• Politics Live – a daily political programme broadcast live weekdays on BBC Two at 12:15 pm during parliamentary sessions and presented by Andrew Neil and Jo Coburn. Politics Live discusses the latest political guests and talk about the day events across the United Kingdom, and is repeated on BBC Parliament every night at midnight. The Sunday Politics from BBC One (including the London region opt-out section) is also repeated at midnight on the day of broadcast.
  • Prime Minister's Questions – recorded coverage of the most recent session of Prime Minister's Questions in the House of Commons. Live coverage is also provided on the channel without comment or interruption as part of the channel's live coverage of the House of Commons' sittings.
  • Question Time (repeated from BBC One) – a topical debate programme based on Any Questions? which typically features politicians from at least the three major political parties as well as other public figures who answer questions put to them by the audience. Repeated on BBC Parliament every Sunday at 6 pm.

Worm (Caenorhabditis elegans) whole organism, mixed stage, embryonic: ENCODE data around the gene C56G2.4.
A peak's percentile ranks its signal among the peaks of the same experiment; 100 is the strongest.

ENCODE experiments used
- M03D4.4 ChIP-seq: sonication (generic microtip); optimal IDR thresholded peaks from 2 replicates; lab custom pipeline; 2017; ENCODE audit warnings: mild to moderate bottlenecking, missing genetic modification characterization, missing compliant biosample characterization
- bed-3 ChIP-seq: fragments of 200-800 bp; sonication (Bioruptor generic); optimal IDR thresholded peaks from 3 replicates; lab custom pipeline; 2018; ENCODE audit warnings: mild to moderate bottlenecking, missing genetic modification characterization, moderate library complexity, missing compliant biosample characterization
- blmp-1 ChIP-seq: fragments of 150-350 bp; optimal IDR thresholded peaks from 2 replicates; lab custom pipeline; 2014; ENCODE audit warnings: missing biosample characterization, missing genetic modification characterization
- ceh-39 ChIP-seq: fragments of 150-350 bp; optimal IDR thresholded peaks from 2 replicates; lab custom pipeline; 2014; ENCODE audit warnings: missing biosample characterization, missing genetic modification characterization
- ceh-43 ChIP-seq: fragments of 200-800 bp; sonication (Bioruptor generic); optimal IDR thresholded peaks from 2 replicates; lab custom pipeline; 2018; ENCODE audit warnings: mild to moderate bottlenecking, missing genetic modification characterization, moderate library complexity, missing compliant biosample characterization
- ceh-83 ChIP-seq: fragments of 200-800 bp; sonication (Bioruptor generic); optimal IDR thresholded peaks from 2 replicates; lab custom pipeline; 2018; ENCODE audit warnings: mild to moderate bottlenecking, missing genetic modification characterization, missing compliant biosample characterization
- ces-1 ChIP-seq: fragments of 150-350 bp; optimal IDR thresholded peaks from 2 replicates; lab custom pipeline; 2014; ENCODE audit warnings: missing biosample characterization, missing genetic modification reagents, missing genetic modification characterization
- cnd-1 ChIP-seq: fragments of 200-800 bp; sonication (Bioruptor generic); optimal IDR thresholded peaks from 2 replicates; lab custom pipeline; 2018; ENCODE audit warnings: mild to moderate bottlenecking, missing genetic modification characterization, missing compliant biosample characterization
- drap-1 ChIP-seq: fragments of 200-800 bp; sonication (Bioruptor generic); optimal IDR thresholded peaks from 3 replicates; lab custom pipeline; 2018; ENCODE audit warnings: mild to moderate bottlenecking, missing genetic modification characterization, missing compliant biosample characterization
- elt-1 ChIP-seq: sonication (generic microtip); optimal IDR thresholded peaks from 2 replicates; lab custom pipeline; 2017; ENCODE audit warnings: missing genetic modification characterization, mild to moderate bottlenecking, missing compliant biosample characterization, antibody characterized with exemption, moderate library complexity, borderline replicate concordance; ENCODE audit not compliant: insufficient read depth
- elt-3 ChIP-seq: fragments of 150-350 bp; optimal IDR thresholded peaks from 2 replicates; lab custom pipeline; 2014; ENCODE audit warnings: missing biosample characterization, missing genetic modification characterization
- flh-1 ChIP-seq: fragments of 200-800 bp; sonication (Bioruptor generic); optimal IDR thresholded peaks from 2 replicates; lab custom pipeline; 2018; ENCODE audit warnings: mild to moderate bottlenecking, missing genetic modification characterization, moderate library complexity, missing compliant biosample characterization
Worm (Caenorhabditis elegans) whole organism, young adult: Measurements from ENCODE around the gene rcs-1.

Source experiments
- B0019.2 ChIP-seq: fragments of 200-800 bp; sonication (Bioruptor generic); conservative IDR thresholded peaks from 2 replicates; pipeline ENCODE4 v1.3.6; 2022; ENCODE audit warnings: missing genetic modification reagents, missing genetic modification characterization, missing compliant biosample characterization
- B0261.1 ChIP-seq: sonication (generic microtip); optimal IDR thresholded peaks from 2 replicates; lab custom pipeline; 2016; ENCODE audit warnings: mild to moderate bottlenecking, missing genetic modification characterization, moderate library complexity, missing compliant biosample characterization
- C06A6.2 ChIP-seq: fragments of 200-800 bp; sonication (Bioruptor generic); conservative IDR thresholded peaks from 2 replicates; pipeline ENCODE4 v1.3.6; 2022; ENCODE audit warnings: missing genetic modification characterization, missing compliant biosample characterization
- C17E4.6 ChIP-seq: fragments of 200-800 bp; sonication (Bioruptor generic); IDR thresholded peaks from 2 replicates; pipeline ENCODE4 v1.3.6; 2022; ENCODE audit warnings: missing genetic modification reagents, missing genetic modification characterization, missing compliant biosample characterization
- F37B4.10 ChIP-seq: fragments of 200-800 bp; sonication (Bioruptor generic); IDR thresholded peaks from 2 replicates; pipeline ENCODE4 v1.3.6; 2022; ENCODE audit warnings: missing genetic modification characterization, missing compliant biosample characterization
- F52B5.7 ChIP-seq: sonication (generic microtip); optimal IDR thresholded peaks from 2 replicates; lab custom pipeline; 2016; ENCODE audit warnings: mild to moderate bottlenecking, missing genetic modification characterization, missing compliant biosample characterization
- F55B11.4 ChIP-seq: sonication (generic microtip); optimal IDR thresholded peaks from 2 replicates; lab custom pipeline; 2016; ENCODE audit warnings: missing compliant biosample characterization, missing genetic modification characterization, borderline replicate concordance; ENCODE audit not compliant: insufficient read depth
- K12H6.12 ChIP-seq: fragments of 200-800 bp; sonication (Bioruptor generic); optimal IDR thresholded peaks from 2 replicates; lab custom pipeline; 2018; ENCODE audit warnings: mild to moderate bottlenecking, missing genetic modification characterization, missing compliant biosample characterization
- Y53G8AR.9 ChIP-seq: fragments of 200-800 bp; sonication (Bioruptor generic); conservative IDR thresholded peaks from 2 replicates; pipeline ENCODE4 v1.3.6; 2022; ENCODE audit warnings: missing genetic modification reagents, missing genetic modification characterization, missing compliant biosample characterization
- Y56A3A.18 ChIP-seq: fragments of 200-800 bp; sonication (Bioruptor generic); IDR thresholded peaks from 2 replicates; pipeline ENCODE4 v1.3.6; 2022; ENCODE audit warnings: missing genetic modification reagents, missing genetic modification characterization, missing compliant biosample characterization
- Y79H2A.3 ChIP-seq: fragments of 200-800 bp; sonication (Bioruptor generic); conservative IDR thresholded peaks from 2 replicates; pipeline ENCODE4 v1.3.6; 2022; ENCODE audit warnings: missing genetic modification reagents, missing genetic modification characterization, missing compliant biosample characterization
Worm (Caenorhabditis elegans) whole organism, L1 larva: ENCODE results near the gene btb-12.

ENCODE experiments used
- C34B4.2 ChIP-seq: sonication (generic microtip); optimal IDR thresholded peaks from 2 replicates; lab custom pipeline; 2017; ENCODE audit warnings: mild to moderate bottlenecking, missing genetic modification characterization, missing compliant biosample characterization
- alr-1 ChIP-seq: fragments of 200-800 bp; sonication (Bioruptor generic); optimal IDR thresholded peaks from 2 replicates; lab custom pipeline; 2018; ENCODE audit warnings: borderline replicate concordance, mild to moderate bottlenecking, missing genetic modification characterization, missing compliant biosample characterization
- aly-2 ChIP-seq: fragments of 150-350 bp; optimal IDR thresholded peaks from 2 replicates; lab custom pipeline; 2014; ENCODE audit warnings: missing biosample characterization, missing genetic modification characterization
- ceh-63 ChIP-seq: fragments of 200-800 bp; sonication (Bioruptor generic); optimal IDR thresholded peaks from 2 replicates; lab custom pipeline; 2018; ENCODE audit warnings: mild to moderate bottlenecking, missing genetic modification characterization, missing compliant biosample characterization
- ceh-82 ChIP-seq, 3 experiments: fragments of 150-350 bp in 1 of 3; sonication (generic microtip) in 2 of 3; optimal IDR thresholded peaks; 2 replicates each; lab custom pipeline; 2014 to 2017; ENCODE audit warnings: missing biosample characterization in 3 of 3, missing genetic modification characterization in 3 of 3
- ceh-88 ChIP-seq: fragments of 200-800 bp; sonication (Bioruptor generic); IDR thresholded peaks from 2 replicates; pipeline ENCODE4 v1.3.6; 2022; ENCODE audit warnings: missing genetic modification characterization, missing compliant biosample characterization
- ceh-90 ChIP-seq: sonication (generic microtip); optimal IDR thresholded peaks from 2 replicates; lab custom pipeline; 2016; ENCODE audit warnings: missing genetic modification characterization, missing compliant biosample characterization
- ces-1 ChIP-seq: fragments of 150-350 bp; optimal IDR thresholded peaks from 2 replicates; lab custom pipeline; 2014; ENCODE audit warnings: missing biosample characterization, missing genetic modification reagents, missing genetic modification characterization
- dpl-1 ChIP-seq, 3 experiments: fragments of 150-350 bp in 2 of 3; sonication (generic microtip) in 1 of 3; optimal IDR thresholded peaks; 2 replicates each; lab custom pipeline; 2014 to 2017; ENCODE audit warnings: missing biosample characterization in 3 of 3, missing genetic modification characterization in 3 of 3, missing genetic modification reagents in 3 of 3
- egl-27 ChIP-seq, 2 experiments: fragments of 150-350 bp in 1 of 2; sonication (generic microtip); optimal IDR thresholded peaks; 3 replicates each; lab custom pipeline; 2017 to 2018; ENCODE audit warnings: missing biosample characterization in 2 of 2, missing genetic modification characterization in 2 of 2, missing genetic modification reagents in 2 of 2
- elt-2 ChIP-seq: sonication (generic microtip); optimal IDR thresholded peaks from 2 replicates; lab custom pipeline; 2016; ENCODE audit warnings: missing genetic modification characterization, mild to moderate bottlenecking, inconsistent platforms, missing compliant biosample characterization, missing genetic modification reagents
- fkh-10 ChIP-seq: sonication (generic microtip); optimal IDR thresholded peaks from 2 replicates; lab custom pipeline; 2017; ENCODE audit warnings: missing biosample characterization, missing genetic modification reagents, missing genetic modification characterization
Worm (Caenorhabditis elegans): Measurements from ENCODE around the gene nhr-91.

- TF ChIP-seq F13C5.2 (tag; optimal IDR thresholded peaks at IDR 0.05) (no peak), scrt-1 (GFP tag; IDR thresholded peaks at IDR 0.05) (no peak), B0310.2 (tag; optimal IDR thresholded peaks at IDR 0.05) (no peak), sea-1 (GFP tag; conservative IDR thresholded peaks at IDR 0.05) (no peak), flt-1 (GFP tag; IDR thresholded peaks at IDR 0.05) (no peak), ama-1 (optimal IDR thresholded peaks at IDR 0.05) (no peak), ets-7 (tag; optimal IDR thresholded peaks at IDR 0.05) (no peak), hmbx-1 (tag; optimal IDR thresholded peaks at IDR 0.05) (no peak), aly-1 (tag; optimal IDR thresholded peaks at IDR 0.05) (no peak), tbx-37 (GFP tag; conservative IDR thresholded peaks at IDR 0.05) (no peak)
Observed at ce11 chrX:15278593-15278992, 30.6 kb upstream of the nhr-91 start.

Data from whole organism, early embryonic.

• Scottish First Minister's Questions – recorded coverage of the most recent session of Questions to the First Minister of Scotland in the Scottish Parliament. Scottish First Minister's Questions is broadcast on Thursday evenings at 11:30 pm, and is repeated throughout the week.
  • Straight Talk – a weekly political talk show in which presenter Andrew Neil discusses the motivations, ideas and politics of leading figures in UK public life using the 1960s classic Face to Face format. Straight Talk is no longer produced.